# Create a custom network, -d indicates the network type, can bridge (a bridge, a software switch), or overlay (interconnection between cross-Docker Daemon container) ~ $ docker network create -d bridge my-net0c97fc265ed1cab67d84b9376d6914c9558419c73bb5abc040e75c945cd99f0a # start a centos container centos1, specify a custom network ~ $ docker run -it --name centos1 --network my-net centos by --network: 7.3.1611 bash [root @ 3dcf507bd12a /] # # centos restarting a container centos2 (open another a window), specify the same custom network ~ $ docker run -it --name centos2 --network my-net centos: 7.3.1611 bash [root @ 16dcce660a89 /] # # directly ping centos2 [root @ container in centos1 3dcf507bd12a /] # ping centos2PING centos2 (172.19.0.2) 56 (84) bytes of data.64 bytes from centos2.my-net (172.19.0.2): icmp_seq = 1 ttl = 64 time = 0.111 ms64 bytes from centos2.my- net (172.19.0.2): icmp_seq = 2 ttl = 64 time = 0.058 ms # directly ping centos1 [root @ 16dcce660a89 /] # ping centos1PING centos1 (172.19.0.3) 56 (84) bytes of the vessel centos2 data.64 bytes from centos1.my-net (172.19.0.3): icmp_seq = 1 ttl = 64 time = 0.061 ms64 bytes from centos1.my-net (172.19.0.3): icmp_seq = 2 ttl = 64 time = 0.054 ms

 

Clear from the name of the container can be accessed by each other through the container custom bridge connection. If desired interconnection between the plurality of containers, can be used Docker Compose.

4. Configuring DNS for Containers

If you want to customize all containers DNS, you can increase the /etc/docker/daemon.json

{
"dns" : [
"114.114.114.114",
"8.8.8.8"
]
}

 

You can also specify a single container vessel at startup by DNS configuration parameters, – dns = IP_ADDRESS, which will specify the DNS address to the /etc/resolv.conf file container, the container to use this DNS server to resolve all not in the / etc / hostname hosts in.

5. Docker underlying implementations of networks

Container network access control is mainly implemented and managed through the IPtables firewall on Linux.

1. container vessel access the external network to access the external network, you need to, you can view the following command forwarding by forwarding the local system is turned on

$sysctl net.ipv4.ip_forwardnet.ipv4.ip_forward = 1# for 1 for open, 0 is not open. You can open $sysctl -w net.ipv4 by parameter —ip-forward=true when the Docker service starts. ip_forward=1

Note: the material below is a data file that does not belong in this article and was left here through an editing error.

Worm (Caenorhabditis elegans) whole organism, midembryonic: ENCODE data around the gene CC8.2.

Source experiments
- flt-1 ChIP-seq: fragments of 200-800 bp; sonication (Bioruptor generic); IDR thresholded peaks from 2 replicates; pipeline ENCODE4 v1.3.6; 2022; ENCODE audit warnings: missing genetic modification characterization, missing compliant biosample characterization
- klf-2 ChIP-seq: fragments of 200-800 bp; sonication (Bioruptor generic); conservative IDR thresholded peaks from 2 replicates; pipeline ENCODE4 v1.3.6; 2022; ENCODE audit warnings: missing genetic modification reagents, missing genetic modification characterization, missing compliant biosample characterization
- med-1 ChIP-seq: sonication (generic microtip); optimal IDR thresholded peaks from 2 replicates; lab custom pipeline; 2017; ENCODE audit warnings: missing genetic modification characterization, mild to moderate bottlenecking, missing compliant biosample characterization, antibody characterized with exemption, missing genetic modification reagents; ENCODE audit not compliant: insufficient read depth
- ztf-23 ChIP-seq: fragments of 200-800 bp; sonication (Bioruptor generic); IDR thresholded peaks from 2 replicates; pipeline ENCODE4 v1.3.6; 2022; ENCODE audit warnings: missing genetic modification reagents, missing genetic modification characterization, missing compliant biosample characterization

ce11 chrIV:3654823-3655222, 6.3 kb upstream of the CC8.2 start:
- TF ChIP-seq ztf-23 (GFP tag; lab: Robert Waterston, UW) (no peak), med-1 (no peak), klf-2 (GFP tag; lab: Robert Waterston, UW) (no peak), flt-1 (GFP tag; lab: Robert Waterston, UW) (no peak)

All container access to the external network, the source address will be NAT as the IP address of the local system. This is achieved using the source address of iptables camouflage operation,

~# iptables -t nat -nL
Chain POSTROUTING (policy ACCEPT)
target prot opt source destination
MASQUERADE all -- 172.17.0.0/16 0.0.0.0/0

The above rules dynamically disguise traffic from all network segments with a source address at 172.17.0.0/16 (the network segment on which the container IP is located) to any network segment (including the external network) as originating from the system network card. The advantage of MASQUERADE and traditional SNAT is that it dynamically obtains addresses from a network card.

2. External access to the container

Specify port mapping via -p or -P to allow external access to container ports, essentially adding appropriate rules to the nat table of the local iptable, such as

~# iptables -t nat -nL
Chain DOCKER (2 references)
target prot opt source destination
DNAT tcp -- 0.0.0.0/0 0.0.0.0/0 tcp dpt:3306 to:172.17.0.2:3306
DNAT tcp -- 0.0.0.0/0 0.0.0.0/0 tcp dpt:11090 to:172.17.0.3:11090

 

The rule here maps 0.0.0.0, meaning that traffic from the host will be accepted from all network interfaces.

3. There are two conditions that need to be met: 1) whether the container’s network topology is connected. By default, the container is connected to the docker0 bridge, which is connected by default. 2) Whether the firewall iptables of the local system is allowed through. When the container is connected via —link, the corresponding rules are created in iptables.

6. Summarizing

This article has collated the Docker network knowledge, and should have a certain understanding of the communication mechanism between containers and between containers and outside. In addition to the default network implementation, Docker also provides configuration and customization of the network. For the sake of space, this article describes it here.

 

Related Reading

Docker Note (a): What is the Docker

Docker Note (2): The Object Management Docker Docker notes (c): Installation and Configuration Docker Docker notes (four): Notes Docker Docker image management (e): a whole image Docker own notes (VI): Management container

Docker notes (seven): Common Services installation –Nginx, MySql, Redis

Docker notes (VIII): Data Management

My micro-channel public number: jboost-ksxy (a technique not only dry numbers of the public are welcome attention, timely access to updates)